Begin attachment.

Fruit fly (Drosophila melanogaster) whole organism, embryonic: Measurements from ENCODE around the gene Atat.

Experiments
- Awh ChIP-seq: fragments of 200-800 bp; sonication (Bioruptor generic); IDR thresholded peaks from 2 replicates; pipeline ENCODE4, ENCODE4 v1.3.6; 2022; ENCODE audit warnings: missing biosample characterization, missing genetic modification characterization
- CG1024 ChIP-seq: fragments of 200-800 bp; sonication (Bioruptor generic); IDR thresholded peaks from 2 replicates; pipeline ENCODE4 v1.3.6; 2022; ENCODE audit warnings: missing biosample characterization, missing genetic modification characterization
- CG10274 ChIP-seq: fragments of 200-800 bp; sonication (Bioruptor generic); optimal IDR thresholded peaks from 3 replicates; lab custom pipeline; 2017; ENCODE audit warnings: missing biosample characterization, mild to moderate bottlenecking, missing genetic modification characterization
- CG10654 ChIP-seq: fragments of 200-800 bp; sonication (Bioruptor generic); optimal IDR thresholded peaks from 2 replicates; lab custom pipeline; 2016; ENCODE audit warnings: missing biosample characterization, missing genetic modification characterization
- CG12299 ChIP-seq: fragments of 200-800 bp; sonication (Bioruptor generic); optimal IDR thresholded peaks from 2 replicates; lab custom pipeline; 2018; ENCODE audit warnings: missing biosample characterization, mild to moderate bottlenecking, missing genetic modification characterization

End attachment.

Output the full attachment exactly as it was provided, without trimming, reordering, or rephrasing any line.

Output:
Fruit fly (Drosophila melanogaster) whole organism, embryonic: Measurements from ENCODE around the gene Atat.

Experiments
- Awh ChIP-seq: fragments of 200-800 bp; sonication (Bioruptor generic); IDR thresholded peaks from 2 replicates; pipeline ENCODE4, ENCODE4 v1.3.6; 2022; ENCODE audit warnings: missing biosample characterization, missing genetic modification characterization
- CG1024 ChIP-seq: fragments of 200-800 bp; sonication (Bioruptor generic); IDR thresholded peaks from 2 replicates; pipeline ENCODE4 v1.3.6; 2022; ENCODE audit warnings: missing biosample characterization, missing genetic modification characterization
- CG10274 ChIP-seq: fragments of 200-800 bp; sonication (Bioruptor generic); optimal IDR thresholded peaks from 3 replicates; lab custom pipeline; 2017; ENCODE audit warnings: missing biosample characterization, mild to moderate bottlenecking, missing genetic modification characterization
- CG10654 ChIP-seq: fragments of 200-800 bp; sonication (Bioruptor generic); optimal IDR thresholded peaks from 2 replicates; lab custom pipeline; 2016; ENCODE audit warnings: missing biosample characterization, missing genetic modification characterization
- CG12299 ChIP-seq: fragments of 200-800 bp; sonication (Bioruptor generic); optimal IDR thresholded peaks from 2 replicates; lab custom pipeline; 2018; ENCODE audit warnings: missing biosample characterization, mild to moderate bottlenecking, missing genetic modification characterization